Doo va Kardeh: Kardeh (Arum rupicola) grows mostly in the high and cold regions, and it is collected by local people in winter. The mother of the family starts preparing Doo va Kardeh as an attractive FF from the previous night, and normally, it is ready around 4 a.m. as a breakfast. Because of difficulties in preparing, neighbors often make turns in preparation and gifting the food to each other.

Shol-e Bayomi: Given that this food contains bitter almond (Bayom) which is an abundant tree in the mountains of Bavi tribe region, people can easily prepare it. Shepherds as almond collectors pick fruits of the tree while grazing sheep.

Medicinal and healthcare properties of Bavi tribe’s FFs

In this research, after collecting information about all common ethnic medicines used in Bavi tribe, 21 FF formulations were collected and presented in Table 1. Naming of Bavi tribe FFs is usually based on their ingredients. In some cases of FFs, the first part of the name reflects the form of that food. For instance, “Shole” in “Shole-e Shiri” or “Shole-e Bayomi” means soup, while sometimes the word which is used at the beginning of the name of the food indicates the importance of that FF, i.e., “Dova” (means medicine) indicates that FF’s role for medicinal purposes. Such naming of FF reflects powerful cultural beliefs and background of the Bavi tribe.

According to the food preparation method, Bavi’s FFs may be categorized into eight functional dairy products, seven functional soups, five functional beverages, a functional halva, and a functional stew. Bavi tribe FFs usually contain high levels of primary metabolites as the food basis, e.g., carbohydrates, proteins, vegetable acids, oils, or lipid ingredients in the form of rice, flour, sugar, milk, or fruit juices. For instance, FF dairy products (Table 1) are rich in lipids and proteins, while FF soups are rich in carbohydrates, proteins, or lipids. The similarity of such food-based medicines with common foods like cooking process (62% here), taste and smell, can be factors that affect appetite and compliance of patients. The second part of FFs in most cases is a medicinal plant which is responsible for FF action, e.g., Quercus brantii in Kalg-o Mas or Malva sylvestris in Mas-e toleii in Bavi tribe. Plants are the most important source of FFs and pharmaceuticals of ethnic groups [33,34,35]. In this study, we have made all Bavi formulation again according to native recipe using local tools. Most of the tools are wooden and can be made easily, and also herbal sources are abundant and available in Bavi living place.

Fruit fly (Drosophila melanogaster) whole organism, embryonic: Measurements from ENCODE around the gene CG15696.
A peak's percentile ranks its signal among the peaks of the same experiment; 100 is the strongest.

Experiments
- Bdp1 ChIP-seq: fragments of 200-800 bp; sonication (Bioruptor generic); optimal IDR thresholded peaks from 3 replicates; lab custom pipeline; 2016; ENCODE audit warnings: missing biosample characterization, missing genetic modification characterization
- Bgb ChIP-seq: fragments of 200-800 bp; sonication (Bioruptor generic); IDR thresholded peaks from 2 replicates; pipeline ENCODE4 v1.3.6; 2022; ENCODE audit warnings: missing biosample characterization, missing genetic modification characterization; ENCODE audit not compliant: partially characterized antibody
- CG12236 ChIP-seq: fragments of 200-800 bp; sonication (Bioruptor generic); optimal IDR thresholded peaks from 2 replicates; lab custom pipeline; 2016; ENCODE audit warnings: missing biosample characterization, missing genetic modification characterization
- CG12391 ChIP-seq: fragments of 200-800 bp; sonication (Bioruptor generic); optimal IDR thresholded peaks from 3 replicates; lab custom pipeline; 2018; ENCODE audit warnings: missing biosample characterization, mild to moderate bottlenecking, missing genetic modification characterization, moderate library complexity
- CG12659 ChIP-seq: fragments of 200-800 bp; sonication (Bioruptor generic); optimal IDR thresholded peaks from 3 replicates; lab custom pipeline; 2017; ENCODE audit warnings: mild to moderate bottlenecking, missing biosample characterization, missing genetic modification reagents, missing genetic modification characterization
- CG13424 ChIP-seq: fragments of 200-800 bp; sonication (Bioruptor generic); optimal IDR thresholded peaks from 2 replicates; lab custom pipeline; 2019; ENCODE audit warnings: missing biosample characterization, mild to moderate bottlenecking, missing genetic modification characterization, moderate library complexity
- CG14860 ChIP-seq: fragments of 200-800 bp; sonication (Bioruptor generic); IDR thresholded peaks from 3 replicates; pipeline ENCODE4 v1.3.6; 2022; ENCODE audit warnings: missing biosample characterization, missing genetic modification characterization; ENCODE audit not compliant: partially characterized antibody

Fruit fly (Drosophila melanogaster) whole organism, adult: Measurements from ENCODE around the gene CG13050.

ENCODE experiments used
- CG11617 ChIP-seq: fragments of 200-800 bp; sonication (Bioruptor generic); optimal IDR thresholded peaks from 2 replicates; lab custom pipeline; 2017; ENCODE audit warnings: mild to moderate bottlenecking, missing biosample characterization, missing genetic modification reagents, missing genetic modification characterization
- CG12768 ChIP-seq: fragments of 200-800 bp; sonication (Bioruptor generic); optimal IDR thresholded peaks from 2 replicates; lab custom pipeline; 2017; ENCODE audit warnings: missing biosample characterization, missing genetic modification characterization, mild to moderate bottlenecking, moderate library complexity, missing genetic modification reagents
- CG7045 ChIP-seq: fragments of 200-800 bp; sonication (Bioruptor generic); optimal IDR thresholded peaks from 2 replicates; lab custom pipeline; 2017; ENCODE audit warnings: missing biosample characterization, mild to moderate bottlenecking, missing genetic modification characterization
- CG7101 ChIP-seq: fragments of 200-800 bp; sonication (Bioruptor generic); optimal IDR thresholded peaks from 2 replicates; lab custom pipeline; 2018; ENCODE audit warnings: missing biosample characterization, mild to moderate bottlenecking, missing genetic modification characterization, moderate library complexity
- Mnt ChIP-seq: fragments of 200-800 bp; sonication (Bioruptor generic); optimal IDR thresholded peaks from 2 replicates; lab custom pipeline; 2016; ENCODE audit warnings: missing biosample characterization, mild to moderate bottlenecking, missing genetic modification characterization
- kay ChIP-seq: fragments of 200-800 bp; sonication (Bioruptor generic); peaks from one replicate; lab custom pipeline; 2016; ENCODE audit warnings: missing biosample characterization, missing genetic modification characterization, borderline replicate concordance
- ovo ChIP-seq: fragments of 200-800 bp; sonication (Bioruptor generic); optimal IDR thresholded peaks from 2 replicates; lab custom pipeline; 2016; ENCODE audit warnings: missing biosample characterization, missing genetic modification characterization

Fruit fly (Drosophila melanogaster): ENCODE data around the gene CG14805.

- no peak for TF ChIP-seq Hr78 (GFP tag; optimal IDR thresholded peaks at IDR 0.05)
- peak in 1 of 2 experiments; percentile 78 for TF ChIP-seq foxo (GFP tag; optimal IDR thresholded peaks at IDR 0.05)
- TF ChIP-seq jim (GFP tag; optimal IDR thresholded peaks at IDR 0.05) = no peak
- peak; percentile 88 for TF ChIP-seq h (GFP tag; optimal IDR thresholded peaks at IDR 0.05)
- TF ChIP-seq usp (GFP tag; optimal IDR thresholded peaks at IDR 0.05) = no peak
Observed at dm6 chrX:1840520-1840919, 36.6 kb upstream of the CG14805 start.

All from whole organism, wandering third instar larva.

The results showed (Fig. 3) that most FFs are used to treat chronic proposes (57%) including kidney problems like kidney stones, liver disease, neurological complaints, and GI ulcers and are used as lactogogue, while lesser FFs are used to treat acute diseases and symptoms (43%), including nausea and vomiting, common cold, diarrhea, sore throat, and allergy. This highlights the importance of natural resources for treating chronic ailments.

Fig. 3

Type of diseases which is treated by Bavi FFs (n = 23). This chart shows that FFs are more likely to be used for treating chronic ailments

There are similarities between FFs usage and Bavi tribe with other parts of Iran, and literature supports action of some medicinal plants that is prominent in Bavi FFs. For example, it is reported that oral administration of Naranj peel can alleviate liver disease due to lowering cholesterol levels [21] that confirm its ethnic usage as liver drug. Moreover, it is reported that Anethum geraveolens L. as a medicinal plant ingredient of Ou Shireh is responsible for milk production in nursing mothers [22]. The use of Mentha×piperita L. and Ferulago angulate L. in “Doo va Noon” as anti-GI ulcers can be supported by the results which show the effect of Mentha×piperita L. on gastric ulcers [24] and Ferulago angulate L. as a treatment for chronic stomach ulcers [25]. The astringency of oak powder cases show that some tribesmen and villagers in Kohgiluyeh va Boyerahmad province eat a mixture of honey and oak powder before breakfast for treating ulcer [36]. Tannin content would be responsible for oak [26] containing FFs anti-diarrhea effects, in which their products are common in ethnic culture of the Bavi tribe. People of Bavi tribe use Shir-o Neshasteh as well as Ou Gandomi which are made from wheat (Triticum aestivum L.) for sore throat. Similarly, in areas of Meybod city (Yazd province), traditional FFs called “Harireh” and “Ferni” (cooked with milk and rice flour), hot liquids, pistachio, starch, and sugar are used for treating sore throats [30]. A similar effect of using T. aestivum extraction as a mouthwash for treating sore throat is reported in the literature [27]. Ash-e Bilahari is one of the ethnic foods from Bavi tribe which is presented for improving life style of cancerous patients. Cytotoxic effect of Dorema ammoniacum D. Don as the main medicinal plant constituents in Ash-e Bilahari is reported earlier [28]. It is reported that Allium jesdianum Boiss. in Ash-e Leazaki FF is used as a disposing urethral stones agent, and when it is added to the patient’s diet, it increases the rate of stone disposition [29]. Finally, the people of Bavi tribe use Shole-e Bayomi as a treatment for sore throat and bronchitis. Based on recent researches, antimicrobial property of bitter almond as an active ingredient of this FF has been reported [31], which supports the ethnic belief. Many researches showed that the pharmacological effects of FFs are the main reason of their consumption [37,38,39]. However, in some studies, it has been reported that the use of medication or food can be based on local people’s beliefs [3].